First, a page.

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Since the first COVID-19 vaccines became available late last year, supply shortages and limited access resulted in some governments adopting controversial strategies, such as delaying second doses beyond the recommended manufacturing guidelines, as well as mixing the first and second dose of different COVID-19 vaccines.
But new, preliminary data from emerging clinical studies, as well as rising concerns over the very rare risk of blood clots linked to the Oxford-AstraZeneca vaccine, hint that these strategies may be paying off.
Pre-print results from a clinical trial in Spain — presented at a news conference this week — suggest that taking two different COVID-19 vaccine doses may actually produce more antibodies, resulting in better protection.
The trial, led by the Carlos III Health Institute in Madrid, enrolled 663 people and was carried out at five hospitals. All participants had received their first dose of the AstraZeneca COVID-19 vaccine, which uses an adenovirus vector that expresses the SARS-CoV-2 spike protein, acting like a Trojan horse to safely deliver viral RNA to the body. 440 of the participants, who were under the age of 60, were randomly chosen to received the Pfizer mRNA vaccines at eight weeks following their first dose.
“We only have the media reports, not the actual data,” said Tania Watts, professor of immunology at the University of Toronto, in an interview with CTV News. “But the report is that for several hundred people who had the AstraZeneca vaccine as a first dose, and then were given the Pfizer vaccine as a second dose, […] they got a really remarkable boost in immune response, about 150 times more antibodies, which means a very good boost.”
Why this happens can only be partially explained. One hypothesis is that since the two vaccines deliver the viral RNA in different ways, different parts of the immune system might be activated, resulting overall in a stronger, long-term response. “From basic immune principles, it’s actually a good idea to switch, because the immune system doesn’t recognize those RNA lipid nanoparticles, so it’ll get delivered very well,” said Watts. “So it doesn’t surprise me that they got a very good second response.”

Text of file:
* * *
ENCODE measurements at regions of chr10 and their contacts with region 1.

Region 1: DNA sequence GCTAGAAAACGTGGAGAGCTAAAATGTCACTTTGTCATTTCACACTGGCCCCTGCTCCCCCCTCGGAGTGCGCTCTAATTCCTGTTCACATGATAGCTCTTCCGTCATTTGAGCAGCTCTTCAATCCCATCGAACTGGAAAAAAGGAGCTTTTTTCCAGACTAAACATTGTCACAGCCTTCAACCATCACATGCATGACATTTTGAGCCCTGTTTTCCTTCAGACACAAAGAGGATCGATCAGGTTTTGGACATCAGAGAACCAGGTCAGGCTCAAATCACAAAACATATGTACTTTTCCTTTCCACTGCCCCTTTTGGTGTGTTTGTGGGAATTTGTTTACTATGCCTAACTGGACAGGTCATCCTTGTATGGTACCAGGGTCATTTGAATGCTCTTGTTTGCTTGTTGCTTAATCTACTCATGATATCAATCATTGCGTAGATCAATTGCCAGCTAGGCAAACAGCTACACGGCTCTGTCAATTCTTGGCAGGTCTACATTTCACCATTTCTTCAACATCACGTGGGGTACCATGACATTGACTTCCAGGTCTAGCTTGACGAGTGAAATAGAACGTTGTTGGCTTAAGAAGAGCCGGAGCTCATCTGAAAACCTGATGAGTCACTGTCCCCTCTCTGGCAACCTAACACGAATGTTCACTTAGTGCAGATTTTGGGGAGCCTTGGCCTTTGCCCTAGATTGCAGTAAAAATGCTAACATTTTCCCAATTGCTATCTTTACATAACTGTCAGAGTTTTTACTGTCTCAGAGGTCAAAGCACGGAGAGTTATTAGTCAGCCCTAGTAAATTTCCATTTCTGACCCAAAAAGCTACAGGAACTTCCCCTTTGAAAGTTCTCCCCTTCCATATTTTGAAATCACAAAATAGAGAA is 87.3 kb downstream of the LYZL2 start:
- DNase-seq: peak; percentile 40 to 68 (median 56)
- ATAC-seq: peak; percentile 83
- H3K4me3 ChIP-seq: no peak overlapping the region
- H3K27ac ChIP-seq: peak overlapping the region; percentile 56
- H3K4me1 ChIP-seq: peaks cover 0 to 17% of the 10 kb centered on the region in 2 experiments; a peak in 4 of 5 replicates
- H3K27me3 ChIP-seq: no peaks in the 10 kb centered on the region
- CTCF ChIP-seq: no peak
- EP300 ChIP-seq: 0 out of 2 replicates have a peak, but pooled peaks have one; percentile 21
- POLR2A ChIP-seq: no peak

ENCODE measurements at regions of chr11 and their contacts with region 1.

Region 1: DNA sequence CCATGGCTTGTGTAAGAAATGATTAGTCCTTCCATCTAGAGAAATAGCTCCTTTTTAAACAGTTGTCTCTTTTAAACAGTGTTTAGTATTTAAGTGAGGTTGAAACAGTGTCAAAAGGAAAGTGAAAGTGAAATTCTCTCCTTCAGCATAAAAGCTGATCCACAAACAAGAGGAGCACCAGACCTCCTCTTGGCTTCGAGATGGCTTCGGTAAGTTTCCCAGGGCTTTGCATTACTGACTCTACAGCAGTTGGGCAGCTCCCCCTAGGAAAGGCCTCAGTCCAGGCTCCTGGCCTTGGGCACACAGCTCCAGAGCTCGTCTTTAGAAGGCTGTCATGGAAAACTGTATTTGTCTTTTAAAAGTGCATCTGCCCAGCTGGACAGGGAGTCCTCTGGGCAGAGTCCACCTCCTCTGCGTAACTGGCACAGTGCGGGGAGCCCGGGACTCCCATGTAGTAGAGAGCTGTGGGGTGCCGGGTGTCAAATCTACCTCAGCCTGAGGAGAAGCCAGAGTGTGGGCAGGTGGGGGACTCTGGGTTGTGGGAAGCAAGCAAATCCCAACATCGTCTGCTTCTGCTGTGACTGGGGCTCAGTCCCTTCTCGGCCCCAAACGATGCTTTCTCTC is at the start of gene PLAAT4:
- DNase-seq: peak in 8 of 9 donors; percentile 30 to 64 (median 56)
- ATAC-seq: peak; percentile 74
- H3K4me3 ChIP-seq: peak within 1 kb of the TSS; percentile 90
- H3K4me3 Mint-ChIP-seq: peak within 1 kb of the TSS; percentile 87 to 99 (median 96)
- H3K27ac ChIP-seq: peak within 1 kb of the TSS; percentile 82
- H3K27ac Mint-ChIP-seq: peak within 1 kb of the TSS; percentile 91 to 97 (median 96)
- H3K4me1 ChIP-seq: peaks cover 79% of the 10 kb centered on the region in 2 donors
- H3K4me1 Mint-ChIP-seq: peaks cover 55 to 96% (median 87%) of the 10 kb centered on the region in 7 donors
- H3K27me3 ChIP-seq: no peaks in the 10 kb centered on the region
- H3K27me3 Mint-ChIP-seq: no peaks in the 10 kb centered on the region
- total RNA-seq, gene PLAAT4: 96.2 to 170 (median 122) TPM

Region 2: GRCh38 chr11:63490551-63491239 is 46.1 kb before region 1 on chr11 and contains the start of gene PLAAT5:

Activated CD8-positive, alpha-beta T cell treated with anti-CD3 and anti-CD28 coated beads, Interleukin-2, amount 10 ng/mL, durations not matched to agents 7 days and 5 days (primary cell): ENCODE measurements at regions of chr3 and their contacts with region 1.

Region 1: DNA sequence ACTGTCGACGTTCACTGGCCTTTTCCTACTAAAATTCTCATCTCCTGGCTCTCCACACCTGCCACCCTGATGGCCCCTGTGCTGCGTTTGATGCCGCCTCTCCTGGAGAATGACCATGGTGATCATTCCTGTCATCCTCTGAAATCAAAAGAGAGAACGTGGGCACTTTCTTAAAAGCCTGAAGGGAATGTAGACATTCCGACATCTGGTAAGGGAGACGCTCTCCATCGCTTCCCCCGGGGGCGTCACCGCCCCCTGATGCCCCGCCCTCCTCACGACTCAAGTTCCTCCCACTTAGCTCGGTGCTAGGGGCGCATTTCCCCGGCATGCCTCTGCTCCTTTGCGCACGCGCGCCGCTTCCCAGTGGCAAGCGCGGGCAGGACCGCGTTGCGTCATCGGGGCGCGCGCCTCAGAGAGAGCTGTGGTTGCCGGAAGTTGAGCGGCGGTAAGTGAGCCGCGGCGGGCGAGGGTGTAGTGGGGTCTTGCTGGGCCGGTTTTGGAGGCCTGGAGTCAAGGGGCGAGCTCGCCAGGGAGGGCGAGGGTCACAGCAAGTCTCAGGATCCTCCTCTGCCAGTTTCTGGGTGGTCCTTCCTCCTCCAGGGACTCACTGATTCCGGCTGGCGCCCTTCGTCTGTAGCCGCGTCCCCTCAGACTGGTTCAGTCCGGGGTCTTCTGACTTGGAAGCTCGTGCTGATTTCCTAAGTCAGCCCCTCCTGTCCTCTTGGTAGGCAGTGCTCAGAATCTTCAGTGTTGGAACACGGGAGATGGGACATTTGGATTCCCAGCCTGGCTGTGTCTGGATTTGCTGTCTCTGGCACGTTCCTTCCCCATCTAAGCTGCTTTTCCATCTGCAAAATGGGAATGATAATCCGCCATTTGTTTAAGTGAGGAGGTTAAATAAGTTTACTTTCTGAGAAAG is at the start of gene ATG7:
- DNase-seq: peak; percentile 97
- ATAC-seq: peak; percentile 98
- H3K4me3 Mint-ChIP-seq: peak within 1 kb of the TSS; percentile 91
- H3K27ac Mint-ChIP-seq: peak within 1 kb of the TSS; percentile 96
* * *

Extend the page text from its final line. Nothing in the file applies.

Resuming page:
It’s important to note that the study still needs to undergo a formal peer review, but encouragingly, its results coincide with data from a UK study published in The Lancet earlier this month, which suggests that receiving your second dose of the COVID-19 vaccine from a different brand than the first dose is safe — but mild side-effects such as a headache, chills or a fever were found to be more likely.
Mixing vaccines might sound unorthodox, but is actually rooted in decades of science, and so this boost was not completely unexpected. In a study published by researchers at the Nation Institutes for Food and Drug Control in China, immune system boosts were observed in mice who had first received adenovirus vectored vaccines followed by a second dose with an mRNA vaccine. They observed higher antibody levels and a better T cell response, but when the vaccine order was reversed (mRNA first, adenovirus second), the same improvement was not observed.
While this is all good news, the Spanish study does carry some limitations, such as a lack of comparative data between measured immune response in individuals who had received both doses of the AstraZeneca vaccine as well as those who had received two doses of mRNA vaccines — the study’s control group had simply not received a second dose.
The team was careful to note that this study does not provide evidence to disqualify the AstraZeneca vaccine from circulation, nor do the results definitively say that mixing vaccines is a better option than administering vaccines as they were designed. Larger more extensive studies are required to make these conclusions, but for now, answering questions with regards to safety in an evolving situation is a priority.